For drinks, you have plenty of options—especially for beer!

There’s Three Mile, Dunloe, and Super Owl, but my pick would be Sudwerk, Davis’s very own microbrewery for the past 25 years. They pour California Dry Hop Lager and Märzen Amber Lager alongside a rotation of five experimental drafts on tap at The Dock. The beers are award-winning, and there’s a lot of science that goes into getting that cold-one just right: The UC Davis Master Brewers program is just upstairs and, no surprise, the head brewer is a graduate.

The atmosphere is low-key and friendly—kids are welcome (family dogs, too)—and it’s not uncommon to find live music on the weekends. There’s usually a food-truck around, or you can order take-out and grab a table between rounds of corn hole.

For the best cocktails, I’d head to Our House and sit at the bar. And to finish off, nothing beats the Irish Coffee at DeVere’s. (If you happen to stop in on a Monday, join in on the Pub Quiz!)


On a walk around downtown, I’m most likely to spend time in Newsbeat—a newsstand with rare and lesser-known magazines that has expanded to carry all sorts of gifts and miscellany (even some locally-made ice cream)—or Avid Reader, a bookstore with a secondary children’s toy store. Equally fun to browse, Armadillo Music is one of the only independent record stores I’ve known to expand in the last few years. You can listen to almost any CD in the store at listening stations, sell or buy new or used music, or come in for one of the shows they host on their in-store stage. (I believe they just added a beer license!)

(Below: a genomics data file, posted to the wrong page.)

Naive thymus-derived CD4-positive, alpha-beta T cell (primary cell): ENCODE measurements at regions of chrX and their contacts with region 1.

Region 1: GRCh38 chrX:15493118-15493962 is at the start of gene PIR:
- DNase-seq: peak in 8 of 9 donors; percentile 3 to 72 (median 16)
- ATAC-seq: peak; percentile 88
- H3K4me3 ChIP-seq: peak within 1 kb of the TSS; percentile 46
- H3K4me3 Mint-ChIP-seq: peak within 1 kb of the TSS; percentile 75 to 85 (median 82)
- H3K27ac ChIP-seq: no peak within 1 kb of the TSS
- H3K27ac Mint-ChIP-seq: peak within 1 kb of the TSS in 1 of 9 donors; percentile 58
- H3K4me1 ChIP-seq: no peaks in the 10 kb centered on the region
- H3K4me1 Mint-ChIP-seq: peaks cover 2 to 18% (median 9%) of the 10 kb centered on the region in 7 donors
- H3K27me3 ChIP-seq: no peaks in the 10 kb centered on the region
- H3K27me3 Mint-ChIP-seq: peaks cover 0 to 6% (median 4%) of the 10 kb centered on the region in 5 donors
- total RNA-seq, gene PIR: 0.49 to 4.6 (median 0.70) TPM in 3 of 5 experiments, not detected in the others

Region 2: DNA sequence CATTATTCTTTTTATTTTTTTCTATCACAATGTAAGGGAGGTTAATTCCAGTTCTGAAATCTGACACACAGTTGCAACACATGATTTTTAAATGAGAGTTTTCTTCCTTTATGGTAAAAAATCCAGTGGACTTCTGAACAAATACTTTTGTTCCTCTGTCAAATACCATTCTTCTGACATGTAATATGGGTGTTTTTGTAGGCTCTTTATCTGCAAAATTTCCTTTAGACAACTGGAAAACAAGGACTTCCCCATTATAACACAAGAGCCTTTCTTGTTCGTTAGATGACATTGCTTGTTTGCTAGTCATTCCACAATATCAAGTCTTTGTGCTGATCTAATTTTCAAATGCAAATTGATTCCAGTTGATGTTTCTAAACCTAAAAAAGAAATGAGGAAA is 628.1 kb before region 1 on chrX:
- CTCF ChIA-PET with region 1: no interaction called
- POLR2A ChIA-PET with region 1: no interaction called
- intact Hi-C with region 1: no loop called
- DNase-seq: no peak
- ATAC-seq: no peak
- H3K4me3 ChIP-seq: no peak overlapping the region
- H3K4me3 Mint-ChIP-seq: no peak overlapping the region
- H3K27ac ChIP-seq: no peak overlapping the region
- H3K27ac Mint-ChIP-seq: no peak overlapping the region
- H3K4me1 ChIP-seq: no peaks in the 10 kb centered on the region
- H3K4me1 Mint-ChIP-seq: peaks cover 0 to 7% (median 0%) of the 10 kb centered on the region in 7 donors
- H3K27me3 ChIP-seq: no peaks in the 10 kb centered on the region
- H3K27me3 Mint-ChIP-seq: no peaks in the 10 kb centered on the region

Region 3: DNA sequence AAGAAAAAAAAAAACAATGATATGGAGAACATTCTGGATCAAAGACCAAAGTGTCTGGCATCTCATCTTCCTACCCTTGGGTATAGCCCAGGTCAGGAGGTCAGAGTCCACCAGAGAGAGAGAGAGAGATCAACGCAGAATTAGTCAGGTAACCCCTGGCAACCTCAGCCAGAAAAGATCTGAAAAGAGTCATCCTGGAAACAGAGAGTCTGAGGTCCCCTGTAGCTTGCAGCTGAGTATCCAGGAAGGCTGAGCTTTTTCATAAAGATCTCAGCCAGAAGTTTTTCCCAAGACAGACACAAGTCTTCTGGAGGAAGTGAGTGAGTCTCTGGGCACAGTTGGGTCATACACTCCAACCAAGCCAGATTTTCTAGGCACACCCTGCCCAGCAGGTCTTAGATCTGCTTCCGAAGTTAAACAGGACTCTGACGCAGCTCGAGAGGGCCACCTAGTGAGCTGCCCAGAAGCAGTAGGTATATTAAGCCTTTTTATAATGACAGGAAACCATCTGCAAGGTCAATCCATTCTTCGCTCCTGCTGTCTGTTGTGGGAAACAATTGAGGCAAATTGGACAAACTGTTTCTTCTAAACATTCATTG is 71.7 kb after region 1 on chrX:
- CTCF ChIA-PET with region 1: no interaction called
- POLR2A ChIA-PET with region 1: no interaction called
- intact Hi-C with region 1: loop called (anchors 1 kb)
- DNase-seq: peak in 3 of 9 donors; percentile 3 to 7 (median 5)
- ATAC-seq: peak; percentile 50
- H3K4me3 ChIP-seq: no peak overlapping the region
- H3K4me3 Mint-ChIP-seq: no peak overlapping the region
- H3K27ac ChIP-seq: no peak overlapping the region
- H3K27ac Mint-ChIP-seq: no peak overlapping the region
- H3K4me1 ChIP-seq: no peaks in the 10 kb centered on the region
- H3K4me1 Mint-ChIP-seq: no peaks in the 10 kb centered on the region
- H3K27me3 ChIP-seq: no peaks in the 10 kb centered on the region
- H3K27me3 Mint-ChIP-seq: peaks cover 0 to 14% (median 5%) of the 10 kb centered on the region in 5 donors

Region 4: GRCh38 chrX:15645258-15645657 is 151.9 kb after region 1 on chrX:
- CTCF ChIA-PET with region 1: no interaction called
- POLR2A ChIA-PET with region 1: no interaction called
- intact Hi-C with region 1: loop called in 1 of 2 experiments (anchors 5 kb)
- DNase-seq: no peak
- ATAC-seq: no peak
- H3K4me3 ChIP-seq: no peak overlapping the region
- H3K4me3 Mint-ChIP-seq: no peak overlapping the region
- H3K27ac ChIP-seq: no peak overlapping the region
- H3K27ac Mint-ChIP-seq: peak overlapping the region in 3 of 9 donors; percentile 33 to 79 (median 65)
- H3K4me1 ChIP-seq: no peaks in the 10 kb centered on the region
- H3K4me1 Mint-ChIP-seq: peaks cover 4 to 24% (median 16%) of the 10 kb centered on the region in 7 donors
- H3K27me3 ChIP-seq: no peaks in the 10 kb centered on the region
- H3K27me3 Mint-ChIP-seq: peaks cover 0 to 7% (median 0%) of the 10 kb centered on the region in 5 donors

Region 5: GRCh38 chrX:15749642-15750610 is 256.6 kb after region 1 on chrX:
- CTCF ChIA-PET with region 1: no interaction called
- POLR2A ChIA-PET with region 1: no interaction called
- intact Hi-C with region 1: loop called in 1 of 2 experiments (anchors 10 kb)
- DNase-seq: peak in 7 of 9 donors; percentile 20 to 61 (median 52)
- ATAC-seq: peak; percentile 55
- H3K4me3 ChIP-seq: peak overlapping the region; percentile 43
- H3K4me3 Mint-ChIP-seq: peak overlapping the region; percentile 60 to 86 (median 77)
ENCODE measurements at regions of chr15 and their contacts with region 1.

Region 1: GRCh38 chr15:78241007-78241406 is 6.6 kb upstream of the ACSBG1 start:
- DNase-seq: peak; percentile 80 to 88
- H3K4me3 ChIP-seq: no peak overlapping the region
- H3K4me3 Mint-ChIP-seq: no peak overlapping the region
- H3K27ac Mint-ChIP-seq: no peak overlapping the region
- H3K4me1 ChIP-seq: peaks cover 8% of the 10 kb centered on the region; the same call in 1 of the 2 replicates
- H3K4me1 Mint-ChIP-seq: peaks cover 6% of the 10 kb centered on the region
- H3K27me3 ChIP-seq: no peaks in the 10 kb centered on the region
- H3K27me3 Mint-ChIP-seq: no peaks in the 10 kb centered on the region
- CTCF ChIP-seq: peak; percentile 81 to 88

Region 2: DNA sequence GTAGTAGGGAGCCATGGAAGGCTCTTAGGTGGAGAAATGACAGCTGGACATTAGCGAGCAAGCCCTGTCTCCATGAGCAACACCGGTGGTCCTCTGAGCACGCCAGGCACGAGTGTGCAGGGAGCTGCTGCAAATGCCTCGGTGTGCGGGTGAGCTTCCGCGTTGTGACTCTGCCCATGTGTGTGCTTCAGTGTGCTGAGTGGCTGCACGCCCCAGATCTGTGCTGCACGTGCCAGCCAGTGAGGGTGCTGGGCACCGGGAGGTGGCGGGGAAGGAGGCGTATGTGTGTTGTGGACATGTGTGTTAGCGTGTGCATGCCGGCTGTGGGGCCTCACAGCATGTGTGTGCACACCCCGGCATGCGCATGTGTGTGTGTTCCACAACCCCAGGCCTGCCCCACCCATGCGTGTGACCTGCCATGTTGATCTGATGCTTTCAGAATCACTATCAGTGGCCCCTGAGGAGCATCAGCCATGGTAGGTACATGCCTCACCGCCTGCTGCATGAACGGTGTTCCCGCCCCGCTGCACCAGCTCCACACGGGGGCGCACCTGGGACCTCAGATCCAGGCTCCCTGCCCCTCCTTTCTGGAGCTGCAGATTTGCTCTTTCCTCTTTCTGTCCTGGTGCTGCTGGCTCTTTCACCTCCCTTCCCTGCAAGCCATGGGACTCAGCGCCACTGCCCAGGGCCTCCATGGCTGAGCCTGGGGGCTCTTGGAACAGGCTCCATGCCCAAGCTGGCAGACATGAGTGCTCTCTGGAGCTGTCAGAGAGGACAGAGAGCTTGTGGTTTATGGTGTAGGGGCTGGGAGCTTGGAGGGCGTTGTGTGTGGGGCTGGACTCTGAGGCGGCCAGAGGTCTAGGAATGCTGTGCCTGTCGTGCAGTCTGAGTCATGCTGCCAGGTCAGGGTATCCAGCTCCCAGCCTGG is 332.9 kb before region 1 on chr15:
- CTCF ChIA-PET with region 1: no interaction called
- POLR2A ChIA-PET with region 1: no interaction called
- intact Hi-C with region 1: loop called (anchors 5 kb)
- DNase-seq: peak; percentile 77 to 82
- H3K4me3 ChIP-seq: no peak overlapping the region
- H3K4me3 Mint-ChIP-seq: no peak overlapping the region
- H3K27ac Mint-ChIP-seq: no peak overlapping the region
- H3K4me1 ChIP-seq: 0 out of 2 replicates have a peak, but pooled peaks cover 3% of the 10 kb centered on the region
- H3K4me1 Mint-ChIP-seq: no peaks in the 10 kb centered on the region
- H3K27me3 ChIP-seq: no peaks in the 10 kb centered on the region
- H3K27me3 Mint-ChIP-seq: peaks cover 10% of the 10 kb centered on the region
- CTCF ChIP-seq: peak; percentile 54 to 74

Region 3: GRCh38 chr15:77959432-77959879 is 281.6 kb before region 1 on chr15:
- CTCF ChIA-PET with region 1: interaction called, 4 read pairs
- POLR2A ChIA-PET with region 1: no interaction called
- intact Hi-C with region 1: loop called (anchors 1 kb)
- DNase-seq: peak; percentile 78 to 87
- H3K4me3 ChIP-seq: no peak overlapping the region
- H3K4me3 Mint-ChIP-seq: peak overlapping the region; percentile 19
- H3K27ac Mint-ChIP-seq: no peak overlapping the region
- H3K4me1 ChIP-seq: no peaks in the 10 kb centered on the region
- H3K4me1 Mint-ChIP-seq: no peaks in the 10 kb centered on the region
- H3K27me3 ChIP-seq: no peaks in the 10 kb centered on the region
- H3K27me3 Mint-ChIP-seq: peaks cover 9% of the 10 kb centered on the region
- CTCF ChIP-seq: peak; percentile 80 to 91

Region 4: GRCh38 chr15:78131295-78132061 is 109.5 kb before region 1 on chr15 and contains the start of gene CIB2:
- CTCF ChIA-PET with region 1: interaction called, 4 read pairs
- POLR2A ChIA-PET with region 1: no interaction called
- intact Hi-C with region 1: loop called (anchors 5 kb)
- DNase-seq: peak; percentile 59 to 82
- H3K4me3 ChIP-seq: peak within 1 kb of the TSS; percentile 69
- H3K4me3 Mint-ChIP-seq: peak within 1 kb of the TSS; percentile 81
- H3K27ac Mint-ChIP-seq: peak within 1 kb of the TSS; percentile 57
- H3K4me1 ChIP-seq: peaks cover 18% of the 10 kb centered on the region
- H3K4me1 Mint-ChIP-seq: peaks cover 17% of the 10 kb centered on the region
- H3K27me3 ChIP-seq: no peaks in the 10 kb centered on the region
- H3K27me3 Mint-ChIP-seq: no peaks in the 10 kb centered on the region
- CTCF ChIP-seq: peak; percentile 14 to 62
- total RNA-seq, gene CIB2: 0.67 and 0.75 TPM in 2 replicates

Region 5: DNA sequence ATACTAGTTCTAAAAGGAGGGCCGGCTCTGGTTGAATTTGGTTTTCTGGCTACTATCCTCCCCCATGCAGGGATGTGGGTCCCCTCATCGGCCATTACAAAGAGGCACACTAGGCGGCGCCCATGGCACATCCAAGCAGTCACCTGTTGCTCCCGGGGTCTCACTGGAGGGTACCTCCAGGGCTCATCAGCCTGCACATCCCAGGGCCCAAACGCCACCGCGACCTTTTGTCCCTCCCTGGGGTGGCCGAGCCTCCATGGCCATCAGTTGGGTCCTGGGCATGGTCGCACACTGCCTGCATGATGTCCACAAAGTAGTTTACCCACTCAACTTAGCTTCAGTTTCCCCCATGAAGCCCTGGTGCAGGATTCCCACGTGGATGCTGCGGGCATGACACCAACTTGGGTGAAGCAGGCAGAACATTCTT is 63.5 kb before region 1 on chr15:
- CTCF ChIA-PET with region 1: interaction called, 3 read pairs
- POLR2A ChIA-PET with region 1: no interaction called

Other places to check out: PinkaDot for clothes; Kobe Market for Asian candies, snacks, toys, or school supplies; Mother & Baby Source for new parent gifts (and support!); and the UCD Campus Bookstore for Aggie apparel and just about anything else you could want (there’s also an Amazon delivery locker here if you need something delivered while in town).

For most of the major chains (Target, Cost Plus, and Forever21 excepted), one drives into Sacramento.


The Saturday Davis Farmers Market in Central Park is legendary—it routinely makes roundups of the best markets in the country and is probably the heart of the community. Packed with stalls of local, farm-fresh fruits and vegetables (much of it organic), meats, eggs, flowers, dry (and baked) goods, the market boasts goods grown by or made by local sellers. It’s not to be missed.

There’s also a Wednesday Picnic-in-the-Park edition that has become our beloved local ritual. Every Wednesday in the summer from 4:30-8:30 pm (March through October), you can shop the farmers market, grab dinner and drinks from the food stalls, and then spread out a blanket on the lawn for live music and good conversation.

There are also plenty of things for kids to explore—like a bicycle-powered carousel (of course), bounce-houses, and pony rides, in addition to two playgrounds. Our kids are usually lured away only with the promise of a popsicle from Fat Face—a market favorite that makes small-batch, seasonal popsicles in creative flavors like Avocado with Kefir Lime. (Look for their stand on Saturday mornings for delicious breakfast sandwiches!)

On any other given day, one might wander through campus into the UC Davis Arboretum (or follow the bike path leading out of downtown)—a 100-plus acre collection of demonstration gardens, and the Putah Creek Riparian Reserve. Here are some visitor maps; the Ruth Storer garden is one of my favorite places come spring.